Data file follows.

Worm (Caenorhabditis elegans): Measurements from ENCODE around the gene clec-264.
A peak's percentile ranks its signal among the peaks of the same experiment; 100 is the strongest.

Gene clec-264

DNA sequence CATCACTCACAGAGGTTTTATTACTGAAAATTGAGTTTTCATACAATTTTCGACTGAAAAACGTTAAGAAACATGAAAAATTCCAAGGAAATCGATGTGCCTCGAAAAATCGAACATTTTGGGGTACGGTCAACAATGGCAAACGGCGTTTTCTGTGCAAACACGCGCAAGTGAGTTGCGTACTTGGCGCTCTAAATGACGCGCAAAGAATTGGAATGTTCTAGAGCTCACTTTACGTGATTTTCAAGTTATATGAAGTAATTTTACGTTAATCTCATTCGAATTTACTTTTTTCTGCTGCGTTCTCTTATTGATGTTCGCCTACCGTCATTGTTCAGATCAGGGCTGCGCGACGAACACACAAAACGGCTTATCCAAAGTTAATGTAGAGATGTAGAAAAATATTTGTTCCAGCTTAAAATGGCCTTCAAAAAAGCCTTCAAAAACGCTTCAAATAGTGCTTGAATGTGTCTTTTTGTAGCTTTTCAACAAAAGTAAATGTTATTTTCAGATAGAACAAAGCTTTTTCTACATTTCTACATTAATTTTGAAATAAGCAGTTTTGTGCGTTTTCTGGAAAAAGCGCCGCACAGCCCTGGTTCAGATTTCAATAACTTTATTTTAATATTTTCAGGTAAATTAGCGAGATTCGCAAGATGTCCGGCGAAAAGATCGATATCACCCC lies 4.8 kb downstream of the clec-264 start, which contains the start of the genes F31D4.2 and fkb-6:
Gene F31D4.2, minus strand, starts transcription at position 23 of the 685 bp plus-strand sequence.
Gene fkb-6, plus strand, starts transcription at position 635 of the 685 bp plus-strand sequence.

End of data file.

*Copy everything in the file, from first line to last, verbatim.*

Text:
Worm (Caenorhabditis elegans): Measurements from ENCODE around the gene clec-264.
A peak's percentile ranks its signal among the peaks of the same experiment; 100 is the strongest.

Gene clec-264

DNA sequence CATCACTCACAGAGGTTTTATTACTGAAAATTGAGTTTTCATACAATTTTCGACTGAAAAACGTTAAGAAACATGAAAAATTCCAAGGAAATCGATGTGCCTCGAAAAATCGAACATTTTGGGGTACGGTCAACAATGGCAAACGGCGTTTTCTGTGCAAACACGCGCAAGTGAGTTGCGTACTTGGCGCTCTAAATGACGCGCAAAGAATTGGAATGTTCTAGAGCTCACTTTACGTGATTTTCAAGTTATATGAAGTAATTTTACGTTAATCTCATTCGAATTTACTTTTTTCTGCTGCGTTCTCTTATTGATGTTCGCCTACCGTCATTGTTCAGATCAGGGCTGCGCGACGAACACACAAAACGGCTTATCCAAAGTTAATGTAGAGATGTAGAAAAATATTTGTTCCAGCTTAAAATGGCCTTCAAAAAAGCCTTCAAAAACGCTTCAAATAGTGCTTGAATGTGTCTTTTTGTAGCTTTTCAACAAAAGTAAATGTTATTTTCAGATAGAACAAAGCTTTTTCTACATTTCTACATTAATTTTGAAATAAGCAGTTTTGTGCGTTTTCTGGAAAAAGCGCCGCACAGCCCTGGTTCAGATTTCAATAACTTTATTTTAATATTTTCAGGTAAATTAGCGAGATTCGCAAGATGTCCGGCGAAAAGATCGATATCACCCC lies 4.8 kb downstream of the clec-264 start, which contains the start of the genes F31D4.2 and fkb-6:
Gene F31D4.2, minus strand, starts transcription at position 23 of the 685 bp plus-strand sequence.
Gene fkb-6, plus strand, starts transcription at position 635 of the 685 bp plus-strand sequence.